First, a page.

If you start a start-up, lots of people will try to give you advice, but I'm usually more interested in asking questions. If you've founded a new business, I doubt anyone knows more about your vision than you do. The right investor or consultant may know the specific market you are operating in better than you, but they certainly won't know where you want to take your business except from what you tell them. So I think the art of helping the founder of a start-up lies in asking great questions, to tease out exactly what that vision is, and whether it makes sense.

I've been asked hundreds of questions about my start-ups over the years, usually by prospective investors and funders. They range from pithy quips like "what's in it for me then?" through to intensely complicated invitations to explain my theory of change or articulate my five year growth model in 500 words or less. I've been recommended loads of books that claim to have figured out the three/four/six/nine steps for create a compelling business proposition. I have spent several years now feeling incredibly confused about all this.

But there are a handful of questions that I keep coming back to, and the more I focus on these questions, the less confused I seem to get, and the more I am able to tell a good start-up pitch from a bad one. So here are a few questions that I think anyone running a business (large or small) should be able to answer:

1. Who pays you money and why?

Unless you know who you're invoicing and what to write on the invoice, you don't have a business.

2. How much money will they spend with you?

Delivering amazing benefits to a handful of impoverished people won't make a business.

3. How much will this idea cost to make and sell?

If this idea costs more money to make and sell than people have to spend on it, you should expect to lose money.

4. What do you own?

If your business doesn't have anything - great staff, famous brand, key relationships, IP rights, infrastructure - then anyone can do what you're doing and you don't need a business to do it. Build around your core assets and what they make possible.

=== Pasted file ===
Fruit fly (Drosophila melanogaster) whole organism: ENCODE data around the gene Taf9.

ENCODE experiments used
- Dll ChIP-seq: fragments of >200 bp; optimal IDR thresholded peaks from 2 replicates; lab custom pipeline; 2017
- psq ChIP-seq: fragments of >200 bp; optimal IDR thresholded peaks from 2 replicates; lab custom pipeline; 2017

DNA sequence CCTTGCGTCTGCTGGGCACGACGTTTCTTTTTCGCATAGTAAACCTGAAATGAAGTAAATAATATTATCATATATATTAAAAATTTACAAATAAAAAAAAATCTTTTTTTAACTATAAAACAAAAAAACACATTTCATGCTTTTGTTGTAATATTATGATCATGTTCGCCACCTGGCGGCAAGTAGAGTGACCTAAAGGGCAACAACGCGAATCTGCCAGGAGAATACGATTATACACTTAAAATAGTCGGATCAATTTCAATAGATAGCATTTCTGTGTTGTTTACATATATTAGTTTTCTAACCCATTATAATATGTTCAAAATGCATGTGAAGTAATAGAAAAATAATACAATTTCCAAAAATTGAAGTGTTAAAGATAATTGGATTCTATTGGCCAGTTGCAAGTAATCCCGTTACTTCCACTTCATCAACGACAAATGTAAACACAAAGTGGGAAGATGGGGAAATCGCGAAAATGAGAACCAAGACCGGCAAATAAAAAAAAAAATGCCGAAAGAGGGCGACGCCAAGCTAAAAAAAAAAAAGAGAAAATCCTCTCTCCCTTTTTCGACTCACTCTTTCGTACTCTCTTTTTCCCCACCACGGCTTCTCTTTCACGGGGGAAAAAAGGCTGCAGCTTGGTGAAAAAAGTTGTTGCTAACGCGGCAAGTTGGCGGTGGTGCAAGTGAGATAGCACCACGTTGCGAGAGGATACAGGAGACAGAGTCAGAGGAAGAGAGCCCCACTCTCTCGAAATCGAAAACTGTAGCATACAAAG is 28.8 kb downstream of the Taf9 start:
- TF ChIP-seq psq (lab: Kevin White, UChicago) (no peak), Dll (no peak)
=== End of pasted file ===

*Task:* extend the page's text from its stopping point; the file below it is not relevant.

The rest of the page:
If you can answer each of these questions in one sentence, and mean it, you just might have a business.

Not everyone is at that stage of course. It can be a little crushing to ask a bright-eyed young entrepreneur all these questions, because most of us start out with a little intuition and a lot of hope. Every business needs to bring benefit to someone - solving a problem, helping them do something, creating an experience - and that's where it all starts, even if we don't have all the answers just yet.

So if you're just starting out with an idea for a start-up, here are the two most important questions you should ask yourself:

5. what incredible benefit can you give your customers?

If you didn't bother doing your business, who would miss out? What wouldn't they be able to do? Why does that matter?

6. Is that benefit worth paying for?

There are many problems to be solved in the world. Most of them are worth solving. Many of them people would like solved. A few, people will invest their own money in getting solved. That last bit is business. Everything else is philanthropy.

If you can answer those two questions positively, you're off to a pretty good start. If not, well...

Clive Sinclair on his C5
Comment

Andy Gibson

Restless improviser, author and entrepreneur. Mainly runs Mindapples and currently writing about the human mind and new ways of working. Also tinkering with a few side projects. Latest book, A Mind for Business, available now published by Pearson.